BY REV. CLINT LOVEALL - SPIRIT LAKE FIRST PRESBYTERIAN CHURCH
Recently, I was on a bicycle ride when a guy in a truck did his best to run me off the road. It was a Wednesday morning about 6:10 and I was well off the road on the shoulder. The man screamed about my being on the road, not using the trail “that his tax dollars paid for,” and salted his language with several expletives to help me get his point.
Reflecting on the incident, it amazes me that on a weekday morning at 6 o’clock, just the sight of a guy on a bicycle causes such anger that an “adult” man feels compelled to see how close he can get to the bike with his 2.5 ton vehicle to send a message that he doesn’t think the biker should be there. He doesn’t see a person. He doesn’t see a guy with a family and a job who likes being outside and is trying to battle middle-age belly fat.
No, he somehow sees a threat to “his” road and an “idiot” who doesn’t get why he has the right to dictate who uses it. That scares me, and not just as a cyclist but as a person. No conversation, no dialogue, no engaging someone as a human being but rather doing something dangerous and stupid and then cussing someone out just because you don’t like where they ride a bicycle. I don’t get that.
Maybe it shouldn’t surprise me. It seems like lately we are seeing more and more examples of people dehumanizing and ignoring those they disagree with. Somehow it has become acceptable to be rude, disrespectful and angry any time you disagree with someone and to insult and even threaten anyone who has an opinion contrary to yours. I recently watched a video of a college professor trying to deliver a lecture to students who chanted, blew air-horns and screamed each time he began speaking. The students were furious that the professor had opposed a gender-language law that had been proposed in Canada, but rather than asking him to explain, they wouldn’t even let him speak.
I also saw recently that a group of students at Notre Dame walked out on a speech by Vice President Mike Pence. When did that become acceptable behavior? When did it become OK for 21-year-old kids to get up and turn their backs on the second highest elected official in the country because they don’t like his politics and assume he has nothing of value to say? When did it become standard practice to not only write-off but refuse to listen to an opinion differing from your own? This seems to me to be a dangerous and immature direction for us to take.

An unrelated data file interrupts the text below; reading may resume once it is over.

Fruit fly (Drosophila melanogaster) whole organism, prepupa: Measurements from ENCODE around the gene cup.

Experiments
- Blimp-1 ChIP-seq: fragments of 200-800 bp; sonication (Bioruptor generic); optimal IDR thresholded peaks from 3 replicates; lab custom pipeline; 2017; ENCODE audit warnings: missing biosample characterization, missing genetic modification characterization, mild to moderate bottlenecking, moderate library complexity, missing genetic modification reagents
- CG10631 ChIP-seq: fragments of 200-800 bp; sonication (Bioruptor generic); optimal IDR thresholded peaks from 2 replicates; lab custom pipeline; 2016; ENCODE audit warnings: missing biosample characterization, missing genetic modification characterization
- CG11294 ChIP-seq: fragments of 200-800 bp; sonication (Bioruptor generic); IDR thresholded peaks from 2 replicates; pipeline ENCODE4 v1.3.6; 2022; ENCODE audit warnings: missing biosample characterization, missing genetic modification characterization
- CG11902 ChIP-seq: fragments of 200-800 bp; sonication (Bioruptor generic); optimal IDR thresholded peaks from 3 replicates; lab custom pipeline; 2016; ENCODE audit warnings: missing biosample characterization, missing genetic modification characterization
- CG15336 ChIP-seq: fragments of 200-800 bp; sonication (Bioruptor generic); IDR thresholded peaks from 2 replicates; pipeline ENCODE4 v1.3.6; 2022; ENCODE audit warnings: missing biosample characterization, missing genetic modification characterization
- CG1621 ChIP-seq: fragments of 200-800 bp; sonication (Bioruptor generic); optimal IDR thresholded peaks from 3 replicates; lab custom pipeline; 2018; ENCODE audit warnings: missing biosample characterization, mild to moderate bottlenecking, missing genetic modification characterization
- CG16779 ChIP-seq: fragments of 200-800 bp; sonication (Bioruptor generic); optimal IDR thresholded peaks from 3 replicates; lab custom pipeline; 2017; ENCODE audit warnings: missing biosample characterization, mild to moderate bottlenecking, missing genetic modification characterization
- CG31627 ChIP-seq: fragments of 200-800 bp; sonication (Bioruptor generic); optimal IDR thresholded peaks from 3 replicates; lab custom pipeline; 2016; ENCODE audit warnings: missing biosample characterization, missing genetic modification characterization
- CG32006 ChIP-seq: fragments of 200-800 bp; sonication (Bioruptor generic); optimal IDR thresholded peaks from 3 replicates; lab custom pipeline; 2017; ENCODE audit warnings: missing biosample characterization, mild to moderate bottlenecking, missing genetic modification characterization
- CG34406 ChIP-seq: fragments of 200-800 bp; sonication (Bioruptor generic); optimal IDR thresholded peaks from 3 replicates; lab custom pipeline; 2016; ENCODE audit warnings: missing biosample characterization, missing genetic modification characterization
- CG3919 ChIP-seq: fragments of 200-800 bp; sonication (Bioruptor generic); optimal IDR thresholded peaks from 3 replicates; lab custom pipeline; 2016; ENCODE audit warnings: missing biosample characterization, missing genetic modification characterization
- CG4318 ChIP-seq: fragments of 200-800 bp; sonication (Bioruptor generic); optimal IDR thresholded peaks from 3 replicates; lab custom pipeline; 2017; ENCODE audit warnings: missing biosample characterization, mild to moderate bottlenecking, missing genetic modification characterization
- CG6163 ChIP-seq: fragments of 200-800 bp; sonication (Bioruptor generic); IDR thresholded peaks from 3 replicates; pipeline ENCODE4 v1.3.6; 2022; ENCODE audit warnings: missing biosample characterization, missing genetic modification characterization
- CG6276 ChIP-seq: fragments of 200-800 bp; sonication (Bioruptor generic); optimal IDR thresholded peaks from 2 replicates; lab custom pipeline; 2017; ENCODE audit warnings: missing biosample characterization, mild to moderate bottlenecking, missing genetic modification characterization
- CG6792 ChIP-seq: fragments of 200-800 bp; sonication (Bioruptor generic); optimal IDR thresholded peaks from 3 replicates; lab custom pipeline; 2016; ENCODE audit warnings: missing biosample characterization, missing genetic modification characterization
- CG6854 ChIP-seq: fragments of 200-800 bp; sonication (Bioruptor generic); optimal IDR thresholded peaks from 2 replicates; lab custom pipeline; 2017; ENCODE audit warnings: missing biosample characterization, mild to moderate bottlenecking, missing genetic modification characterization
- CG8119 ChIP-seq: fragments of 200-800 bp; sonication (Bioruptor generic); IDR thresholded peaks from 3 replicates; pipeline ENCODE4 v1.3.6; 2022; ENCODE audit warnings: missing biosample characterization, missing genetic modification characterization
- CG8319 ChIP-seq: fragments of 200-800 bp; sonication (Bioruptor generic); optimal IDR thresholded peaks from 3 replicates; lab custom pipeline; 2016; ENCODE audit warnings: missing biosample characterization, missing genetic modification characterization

When we cease to see each other as people because of an idea or conclusion, we are thoroughly failing to live up to the Gospel. The Christ who said, “Love your enemies and pray for those who persecute you,” will not let us simply deny the humanity of those we dislike or disagree with. As Christians, we don’t get that choice. The New Testament is full of language that demands us to look beyond barriers of race, background, opinion, status, etc. We are called by God to treat others not only as people, but as beloved children of the Heavenly Father, whether we agree with them or not. Maybe we have forgotten how to have dialogue in the culture, but we cannot forget it in the church. Jesus will not allow it.
I had a colleague who once told me he planned to write a book on the loss of civility in public discourse. At the time, I remember thinking it sounded like not the most exciting book. Now, I think he was on to something important. We have forgotten how to talk to each other. We are forgetting how to treat people with basic decency and listen to those whose ideas are not the same as ours. Too often we see people only through the lens of our opinions and feel justified in ignoring or demeaning them if they don’t measure up to our standards. That’s a far cry from what Jesus taught, and it certainly doesn’t look like loving your neighbors, let alone your enemies. We will have little luck explaining why we hated and rejected our enemies to the one who died for his.